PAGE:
Automation is key to IOT scale and cost control


The proliferation of IOT devices and the data they transmit has implications for technology expense management and risk mitigation for IOT.

As key industries become increasingly digitally dependent, IDC estimates there will be 55.7 billion connected internet of things (IOT) devices in use by 2025, generating almost 80B zettabytes of data.

Meanwhile, the GSMA’s Mobile Economy 2021 report says there were over 13 billion IOT connections by 2020, with this number expected to top 24 billion by 2025. By 2023, spending is expected to increase to $1.1 trillion, with South Africa as one of the fastest-growing IOT markets in MEA region, growing at a CAGR of 14% from 2020 to 2025, with growth expected to accelerate through 2028.

Sectors ranging from healthcare, automotive, manufacturing and utilities, through to retail, transportation and public sector are planning to ramp up their IOT deployments – a trend we see echoed in South Africa.

The security and vehicle tracking sectors pioneered IOT adoption locally, but we also see strong growth in the medical, financial, insurance and retail industries. Agriculture is starting to understand the massive benefits connected IOT devices can bring to that industry.

The most common challenge encountered with customers is the absence of a single, automated view that connects all the various data sets.

This incredible growth has huge implications for the storage, processing and analysis of IOT data. But equally importantly, the proliferation of IOT devices and the data they transmit has implications for technology expense management and risk mitigation for IOT − users and providers alike.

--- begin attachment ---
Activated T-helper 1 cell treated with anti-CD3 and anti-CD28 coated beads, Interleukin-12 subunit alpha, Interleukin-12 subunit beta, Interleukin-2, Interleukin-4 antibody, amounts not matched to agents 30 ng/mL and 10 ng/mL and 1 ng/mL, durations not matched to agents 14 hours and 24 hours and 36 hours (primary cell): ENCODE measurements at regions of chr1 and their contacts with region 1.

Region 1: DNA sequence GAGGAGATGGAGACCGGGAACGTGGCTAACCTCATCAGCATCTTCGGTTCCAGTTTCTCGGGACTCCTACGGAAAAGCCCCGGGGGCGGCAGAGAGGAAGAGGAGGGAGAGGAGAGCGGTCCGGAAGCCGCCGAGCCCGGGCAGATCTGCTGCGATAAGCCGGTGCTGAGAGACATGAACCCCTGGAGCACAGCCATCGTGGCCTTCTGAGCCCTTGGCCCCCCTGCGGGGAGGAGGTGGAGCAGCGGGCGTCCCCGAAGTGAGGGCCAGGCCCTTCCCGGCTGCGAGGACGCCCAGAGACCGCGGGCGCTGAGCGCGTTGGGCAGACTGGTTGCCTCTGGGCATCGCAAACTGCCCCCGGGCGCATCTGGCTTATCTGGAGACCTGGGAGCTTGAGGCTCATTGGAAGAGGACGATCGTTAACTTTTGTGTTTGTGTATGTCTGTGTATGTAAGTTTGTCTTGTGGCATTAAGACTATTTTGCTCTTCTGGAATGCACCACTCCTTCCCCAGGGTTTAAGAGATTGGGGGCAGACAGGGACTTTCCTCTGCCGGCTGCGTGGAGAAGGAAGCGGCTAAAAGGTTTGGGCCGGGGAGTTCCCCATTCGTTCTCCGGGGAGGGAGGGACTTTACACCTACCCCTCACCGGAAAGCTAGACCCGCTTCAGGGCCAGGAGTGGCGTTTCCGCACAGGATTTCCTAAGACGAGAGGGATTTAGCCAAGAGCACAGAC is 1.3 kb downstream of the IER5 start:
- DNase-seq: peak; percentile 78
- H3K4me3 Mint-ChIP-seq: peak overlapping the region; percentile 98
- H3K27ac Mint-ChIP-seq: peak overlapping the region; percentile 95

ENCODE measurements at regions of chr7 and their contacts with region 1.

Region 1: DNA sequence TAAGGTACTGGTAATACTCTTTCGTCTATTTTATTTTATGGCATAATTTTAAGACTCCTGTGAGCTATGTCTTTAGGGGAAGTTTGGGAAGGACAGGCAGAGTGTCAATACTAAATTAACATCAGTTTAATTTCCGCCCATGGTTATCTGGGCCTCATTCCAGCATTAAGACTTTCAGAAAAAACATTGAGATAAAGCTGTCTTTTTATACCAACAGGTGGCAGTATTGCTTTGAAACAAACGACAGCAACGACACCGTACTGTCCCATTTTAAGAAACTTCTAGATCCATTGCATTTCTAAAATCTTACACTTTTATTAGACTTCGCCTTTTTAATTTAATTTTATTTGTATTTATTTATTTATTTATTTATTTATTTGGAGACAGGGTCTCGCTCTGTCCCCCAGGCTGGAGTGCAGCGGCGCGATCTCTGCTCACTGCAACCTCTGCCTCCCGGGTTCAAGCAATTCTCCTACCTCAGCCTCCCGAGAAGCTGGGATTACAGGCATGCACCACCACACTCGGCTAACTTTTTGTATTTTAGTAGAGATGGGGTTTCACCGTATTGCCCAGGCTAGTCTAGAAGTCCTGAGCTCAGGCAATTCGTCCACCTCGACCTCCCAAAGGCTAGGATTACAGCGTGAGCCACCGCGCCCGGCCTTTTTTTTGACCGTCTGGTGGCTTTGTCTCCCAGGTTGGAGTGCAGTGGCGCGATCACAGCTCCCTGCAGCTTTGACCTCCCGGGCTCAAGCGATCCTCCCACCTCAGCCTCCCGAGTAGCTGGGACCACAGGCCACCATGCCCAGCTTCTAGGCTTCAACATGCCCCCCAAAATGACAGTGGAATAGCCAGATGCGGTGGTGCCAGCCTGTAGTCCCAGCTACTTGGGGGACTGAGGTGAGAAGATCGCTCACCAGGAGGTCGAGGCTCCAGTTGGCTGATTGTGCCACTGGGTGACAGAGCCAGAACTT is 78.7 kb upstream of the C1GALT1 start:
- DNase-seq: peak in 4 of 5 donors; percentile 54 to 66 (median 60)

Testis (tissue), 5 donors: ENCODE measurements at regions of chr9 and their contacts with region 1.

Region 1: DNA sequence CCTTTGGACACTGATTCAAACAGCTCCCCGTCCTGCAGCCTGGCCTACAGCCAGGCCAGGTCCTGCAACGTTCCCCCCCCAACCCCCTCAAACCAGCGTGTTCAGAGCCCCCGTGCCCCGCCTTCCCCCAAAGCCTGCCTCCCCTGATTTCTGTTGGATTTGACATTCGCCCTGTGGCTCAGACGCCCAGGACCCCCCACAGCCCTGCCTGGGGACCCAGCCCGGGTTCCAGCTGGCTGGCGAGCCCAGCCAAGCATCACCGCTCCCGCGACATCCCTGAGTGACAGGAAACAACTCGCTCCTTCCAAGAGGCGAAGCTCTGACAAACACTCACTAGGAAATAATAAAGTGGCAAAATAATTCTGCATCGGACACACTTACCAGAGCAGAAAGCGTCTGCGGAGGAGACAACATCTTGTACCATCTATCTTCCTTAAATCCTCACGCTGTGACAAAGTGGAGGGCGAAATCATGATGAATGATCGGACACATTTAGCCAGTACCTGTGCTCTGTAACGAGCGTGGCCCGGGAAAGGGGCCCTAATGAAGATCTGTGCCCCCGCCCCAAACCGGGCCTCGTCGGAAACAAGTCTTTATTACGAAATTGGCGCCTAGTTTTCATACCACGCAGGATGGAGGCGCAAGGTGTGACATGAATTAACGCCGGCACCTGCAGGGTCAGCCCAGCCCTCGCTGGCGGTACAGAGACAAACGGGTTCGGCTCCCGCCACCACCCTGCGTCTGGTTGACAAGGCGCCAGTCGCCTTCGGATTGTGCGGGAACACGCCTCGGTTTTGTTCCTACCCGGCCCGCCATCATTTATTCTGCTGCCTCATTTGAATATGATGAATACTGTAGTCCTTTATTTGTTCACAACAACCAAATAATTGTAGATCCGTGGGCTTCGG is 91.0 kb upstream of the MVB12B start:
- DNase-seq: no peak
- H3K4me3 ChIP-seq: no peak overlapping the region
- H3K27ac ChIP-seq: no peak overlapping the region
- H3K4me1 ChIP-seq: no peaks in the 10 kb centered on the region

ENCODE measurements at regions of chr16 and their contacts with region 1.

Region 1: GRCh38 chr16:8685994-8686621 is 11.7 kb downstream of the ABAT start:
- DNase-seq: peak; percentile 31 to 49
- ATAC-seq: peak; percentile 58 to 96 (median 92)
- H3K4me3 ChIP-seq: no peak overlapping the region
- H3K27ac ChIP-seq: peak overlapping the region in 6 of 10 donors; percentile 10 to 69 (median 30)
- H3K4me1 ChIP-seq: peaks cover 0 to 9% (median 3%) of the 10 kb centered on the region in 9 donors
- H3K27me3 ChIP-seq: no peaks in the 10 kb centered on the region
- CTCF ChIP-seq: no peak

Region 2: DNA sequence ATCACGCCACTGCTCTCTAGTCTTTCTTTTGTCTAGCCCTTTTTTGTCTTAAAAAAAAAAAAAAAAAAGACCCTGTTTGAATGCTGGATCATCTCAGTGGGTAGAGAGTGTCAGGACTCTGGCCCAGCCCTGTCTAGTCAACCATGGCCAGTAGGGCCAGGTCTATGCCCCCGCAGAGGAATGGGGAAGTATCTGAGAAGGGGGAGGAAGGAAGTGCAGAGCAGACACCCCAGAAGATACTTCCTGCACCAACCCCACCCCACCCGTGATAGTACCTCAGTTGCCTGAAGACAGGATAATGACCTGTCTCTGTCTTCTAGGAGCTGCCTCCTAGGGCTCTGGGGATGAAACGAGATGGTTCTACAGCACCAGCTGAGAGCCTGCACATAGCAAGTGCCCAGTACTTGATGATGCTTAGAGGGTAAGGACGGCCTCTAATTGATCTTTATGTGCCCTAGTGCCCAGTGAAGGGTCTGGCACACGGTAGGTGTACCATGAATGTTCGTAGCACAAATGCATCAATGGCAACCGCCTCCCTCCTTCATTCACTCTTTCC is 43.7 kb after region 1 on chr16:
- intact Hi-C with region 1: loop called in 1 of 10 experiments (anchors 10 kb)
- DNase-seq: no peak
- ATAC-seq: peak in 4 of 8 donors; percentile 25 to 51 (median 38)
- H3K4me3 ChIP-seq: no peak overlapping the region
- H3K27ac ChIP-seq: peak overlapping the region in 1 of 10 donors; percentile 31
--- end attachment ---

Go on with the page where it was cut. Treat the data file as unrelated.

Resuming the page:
You don’t know what you don’t know

IOT service providers to sectors like the vehicle telematics, security and point-of-sale markets typically have to grapple with managing high volume, multi-carrier GSM SIM card estates delivered to customers across a diverse geographic landscape. They might onboard thousands of SIMs in a week, and tens of thousands a year, with potentially devastating financial implications should they be unable to control expense sprawl and properly manage the estate.

In data-rich environments where automation and efficiency at scale are key success factors, there is a need to collate, manage, understand and connect disparate and often complex data sets which are commonly “owned” by different individuals and departments within the organisation’s hierarchy. They can also reside in various applications, servers, portals and/or spreadsheets.

The most common challenge encountered with customers is the absence of a single, automated view that connects all the various data sets.

Some of these common data sets, which often reside in silos and third-party applications, include:

  • Carrier information: Carrier names, MSISDNs, account numbers, tariff names and tariff types.
  • Carrier consumption data: Detailed daily, weekly and monthly consumption/usage records.
  • Carrier invoice data: All fixed recurring and or ad hoc invoice line items as well as variable consumption costs per MSISDN.